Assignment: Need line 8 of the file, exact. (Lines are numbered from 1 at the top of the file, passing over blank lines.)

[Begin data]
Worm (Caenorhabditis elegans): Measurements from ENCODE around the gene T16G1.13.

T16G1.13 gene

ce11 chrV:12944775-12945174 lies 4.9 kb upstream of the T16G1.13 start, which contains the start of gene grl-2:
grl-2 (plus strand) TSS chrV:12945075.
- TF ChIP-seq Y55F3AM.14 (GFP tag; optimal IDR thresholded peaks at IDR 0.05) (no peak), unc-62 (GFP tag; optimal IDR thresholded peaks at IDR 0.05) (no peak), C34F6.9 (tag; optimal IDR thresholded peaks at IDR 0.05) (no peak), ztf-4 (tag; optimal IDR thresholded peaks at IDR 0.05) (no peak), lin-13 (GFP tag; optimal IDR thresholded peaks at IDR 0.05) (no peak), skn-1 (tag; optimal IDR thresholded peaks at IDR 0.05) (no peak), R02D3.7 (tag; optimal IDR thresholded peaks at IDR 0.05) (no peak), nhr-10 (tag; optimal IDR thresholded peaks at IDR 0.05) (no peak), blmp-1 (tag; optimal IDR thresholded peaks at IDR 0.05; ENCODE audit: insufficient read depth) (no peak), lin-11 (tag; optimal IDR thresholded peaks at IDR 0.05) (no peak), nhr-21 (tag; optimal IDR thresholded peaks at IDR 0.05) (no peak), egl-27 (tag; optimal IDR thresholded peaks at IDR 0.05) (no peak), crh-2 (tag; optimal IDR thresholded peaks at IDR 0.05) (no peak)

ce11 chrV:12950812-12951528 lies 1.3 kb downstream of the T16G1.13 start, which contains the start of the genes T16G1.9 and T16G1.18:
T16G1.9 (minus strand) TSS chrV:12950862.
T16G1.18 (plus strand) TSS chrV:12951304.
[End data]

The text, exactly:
T16G1.18 (plus strand) TSS chrV:12951304.